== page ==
“This is a very complex and multi-layered text, and at the same time a smooth-flowing reading, for the way it mixes storytelling and dialogue, music-like composition and a multi-sited perspective.“ — Lorenzo Ferrarini, Visual Ethnography

“A thoroughly humane and endearing narrative account of Feld’s attempt in Ghana, encumbered by the title ‘prof,’ recording and photographic equipment, a car, and many of the resources one expects from a citizen of the wealthiest nation on earth,to try and engage with and understand Accra’s musical landscape and especially those aspects of it which relate to jazz. It’s a joy to read. . . .” — African Jazz

“Feld’s brilliant work should have a broad impact and appeal, offering significant contributions and interventions to interdisciplinary discourses on jazz, Ghanaian music, cosmopolitanism, as well as (urban) Africa and its diaspora.” — Paul Schauert, African Music

“An absolute delight. . . . Jazz Cosmopolitanism in Accra will not only become one of the most important studies in jazz scholarship; it will also provide a provocative indication of where and how culturally oriented music studies might develop.” — Ronald Radano, Journal of Popular Music Studies

"[A] very warm and intimate study. The reader will be invited to listen to the people involved. . . . highly recommendable for anyone interested in the scholarly history of not only sound anthropology but anthropology and ethnomusicology."  — Meri Kytö, Popular Music

"Jazz Cosmopolitanism is... a significant text that bestrides the disciplines with clear intersubjectivities and reflexivities beyond “acoustemologies.” Many readers will certainly applaud Feld’s meticulous archival and secondary sources that enrich his historical and contextual notes." — Daniel Avorgbedor, American Anthropologist

"Jazz Cosmopolitanism in Accra's best quality is its great narrative force...Feld shows that these musicians have much to say; and thanks to his mediation,  their voices and positions are able to contribute to the global discussion, thus opening a new way of approaching culture from a cosmopolitan vantage point. " — Fabio Calzia, Analitica (translated from the Italian)

"Feld is interested in using personal stories about his interactions with these artists to illustrate the ways 'histories of global entanglement' shape the lives of contemporary artists (p. 7). … Through detailing 'off-the-radar lives of people,' Feld creates a means to represent the politics and poetics of cosmopolitanism from the point of view of artists in Accra." — Alex Perullo, American Ethnologist

“A text to listen to... Jazz Cosmopolitanism in Accra is a prime example of substantial academic research presented in an accessible way.... With his combination of academic depth, collaborative approach, and aesthetic sensibility in this book, as in his other work, Steven Feld is a guiding light for us all: musicians, filmmakers, anthropologists in Ghana and further afield.” — Helena Wulff, Visual Anthropology Review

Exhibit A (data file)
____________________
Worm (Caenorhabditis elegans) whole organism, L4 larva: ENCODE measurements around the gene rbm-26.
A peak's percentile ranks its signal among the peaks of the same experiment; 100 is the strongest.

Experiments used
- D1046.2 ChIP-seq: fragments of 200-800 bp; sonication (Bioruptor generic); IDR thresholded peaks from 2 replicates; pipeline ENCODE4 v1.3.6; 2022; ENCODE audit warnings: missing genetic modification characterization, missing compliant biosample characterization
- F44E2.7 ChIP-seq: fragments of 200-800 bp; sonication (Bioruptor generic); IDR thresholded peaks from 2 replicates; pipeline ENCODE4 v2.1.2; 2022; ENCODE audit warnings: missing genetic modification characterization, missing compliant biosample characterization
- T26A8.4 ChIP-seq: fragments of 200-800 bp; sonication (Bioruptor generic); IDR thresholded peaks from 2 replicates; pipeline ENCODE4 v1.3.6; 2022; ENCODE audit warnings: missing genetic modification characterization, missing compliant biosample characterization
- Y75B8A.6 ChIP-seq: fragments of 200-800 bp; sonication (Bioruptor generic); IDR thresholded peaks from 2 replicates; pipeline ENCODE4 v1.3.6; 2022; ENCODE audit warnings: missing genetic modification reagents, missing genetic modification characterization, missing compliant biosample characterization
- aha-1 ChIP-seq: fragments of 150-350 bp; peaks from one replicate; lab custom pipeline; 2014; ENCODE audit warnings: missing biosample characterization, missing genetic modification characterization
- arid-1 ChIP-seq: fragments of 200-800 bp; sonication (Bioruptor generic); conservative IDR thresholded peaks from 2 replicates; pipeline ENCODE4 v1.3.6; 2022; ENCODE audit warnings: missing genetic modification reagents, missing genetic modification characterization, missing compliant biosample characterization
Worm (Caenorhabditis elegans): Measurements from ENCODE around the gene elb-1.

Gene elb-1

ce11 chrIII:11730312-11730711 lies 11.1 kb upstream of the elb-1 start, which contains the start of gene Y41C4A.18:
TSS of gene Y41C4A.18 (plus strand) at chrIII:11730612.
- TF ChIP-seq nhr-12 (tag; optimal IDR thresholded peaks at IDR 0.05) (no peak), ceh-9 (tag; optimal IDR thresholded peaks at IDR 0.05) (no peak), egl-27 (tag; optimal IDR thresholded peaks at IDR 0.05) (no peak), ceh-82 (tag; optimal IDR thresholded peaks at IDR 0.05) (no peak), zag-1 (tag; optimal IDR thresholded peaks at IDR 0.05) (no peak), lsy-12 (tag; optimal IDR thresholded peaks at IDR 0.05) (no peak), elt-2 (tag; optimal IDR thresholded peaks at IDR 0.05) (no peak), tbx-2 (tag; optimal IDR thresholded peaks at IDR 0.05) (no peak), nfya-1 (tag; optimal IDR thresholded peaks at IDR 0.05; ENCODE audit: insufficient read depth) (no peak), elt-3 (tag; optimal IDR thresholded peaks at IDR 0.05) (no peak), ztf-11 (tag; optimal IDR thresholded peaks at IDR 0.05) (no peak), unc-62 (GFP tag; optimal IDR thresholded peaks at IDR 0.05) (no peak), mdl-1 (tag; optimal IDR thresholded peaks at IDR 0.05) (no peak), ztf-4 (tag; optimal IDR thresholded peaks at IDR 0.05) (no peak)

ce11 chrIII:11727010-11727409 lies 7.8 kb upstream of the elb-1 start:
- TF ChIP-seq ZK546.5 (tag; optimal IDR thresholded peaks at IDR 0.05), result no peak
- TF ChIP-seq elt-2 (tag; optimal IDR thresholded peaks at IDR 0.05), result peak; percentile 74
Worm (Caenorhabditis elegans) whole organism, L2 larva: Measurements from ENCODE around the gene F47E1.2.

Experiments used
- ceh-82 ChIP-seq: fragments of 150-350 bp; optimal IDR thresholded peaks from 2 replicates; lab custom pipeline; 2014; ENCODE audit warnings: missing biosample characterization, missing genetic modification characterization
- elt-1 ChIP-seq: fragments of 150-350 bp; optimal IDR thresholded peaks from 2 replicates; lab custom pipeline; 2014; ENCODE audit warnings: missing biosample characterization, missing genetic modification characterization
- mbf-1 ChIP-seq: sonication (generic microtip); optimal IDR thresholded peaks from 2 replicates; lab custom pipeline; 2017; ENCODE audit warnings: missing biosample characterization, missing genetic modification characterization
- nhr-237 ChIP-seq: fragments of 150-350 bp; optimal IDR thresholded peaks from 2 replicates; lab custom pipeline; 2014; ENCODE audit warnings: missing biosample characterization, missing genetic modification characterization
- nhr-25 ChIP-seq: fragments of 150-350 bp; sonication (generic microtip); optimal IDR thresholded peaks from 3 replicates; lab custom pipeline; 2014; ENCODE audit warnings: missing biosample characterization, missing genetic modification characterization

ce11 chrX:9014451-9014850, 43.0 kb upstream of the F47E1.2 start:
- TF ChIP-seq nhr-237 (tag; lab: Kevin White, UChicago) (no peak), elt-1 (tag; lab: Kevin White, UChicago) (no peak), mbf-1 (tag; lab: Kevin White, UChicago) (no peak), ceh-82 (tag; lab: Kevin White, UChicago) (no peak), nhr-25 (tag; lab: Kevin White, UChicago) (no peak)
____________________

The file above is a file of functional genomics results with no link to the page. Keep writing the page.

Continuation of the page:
"A compelling commentary on jazz cosmopolitanism and an unsurprisingly fine story about important musicians whose musical sounds and play result in a lift-up overlapping connectedness. . . . Within the cosmopolitanism described here, there is optimism and adversity. It is cognitive dissonance at its finest, operating within, and as a result of, the intersection and composite constellation of jazz, race, Africa, diaspora, Beethoven, and New Orleans funerals. It is a relentlessly random karmic crapshoot amid connections forged with an unsympathetic hammer and a twisted sense of humor." — Richard M. Deja, Ethnomusicology

"Steven Feld has written an astonishing book: at once a sweetly told adventure story, biographies of some very important but virtually unknown African musicians, a shrewd look at the world we live in and think we know, and hidden within it all, a sly critique of the history of jazz." — John F. Szwed, Director, Center for Jazz Studies at Columbia University

"How to evoke the brilliant insight and empathy of Steven Feld's acoustemological memoir of music and musicians in Accra? To start, imagine E. T. Mensah, Shirley Temple, John Coltrane, and Ludwig van Beethoven riding (quasi-legally) in the back of a vividly motto-festooned Ghanaian trotro truck, cool-running a memory-drenched, complexly overlapping soundscape of highlife evergreens, Afriphonic jazz hollers, hallelujah choruses, ratcheting sewer toads, and honking India-rubber bulb horns. Centered on the voices, stories, and ambitions of a compelling cast of characters—Ghanaian musicians whose diversely linked experiences chart the layered, contradictory flows and deep reefs of globalization—Jazz Cosmopolitanism in Accra is a fundamental and stimulating contribution to the literature on musical cosmopolitanism and the study of contemporary urban culture in Africa.” — Christopher Waterman, Dean, UCLA School of the Arts and Architecture


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Price: $27.95

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Author/Editor Bios Back to Top

Table of Contents Back to Top
Opus xi

<b>Four-Bar Intro</b>
"The Shape of Jazz to Come" 1

Vamp In, Head</b>
Acoustemology in Accra: On Jazz Cosmopolitanism 11

First Chorus, with Transposition
Guy Warren / Ghanaba: From Afro-Jazz to Handel via Max Roach 51

Second Chorus, Blow Free
Nii Noi Nortey: From Pan-Africanism to Afrifones via John Coltrane 87

Third Chorus, Back Inside</b>
Nii Otoo Annan: From Toads to Polyrhythm via Elvin Jones and Rashied Ali 119

Fourth Chorus, Shout to the Groove</b>
Por Por: From Honk Horns to Jazz Funerals via New Orleans 159

Head Again, Vamp Out
Beyond Diasporic Intimacy 199

"Dedicated to You" 245

Horn Backgrounds, Riffs Underneath 249

Themes, Players 299

Sales/Territorial Rights: World

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Winner, 2013 Elliot Skinner Book Award (presented by the Association for Africanist Anthropology / AAA)

Additional InformationBack to Top
Paper ISBN: 978-0-8223-5162-7 / Cloth ISBN: 978-0-8223-5148-1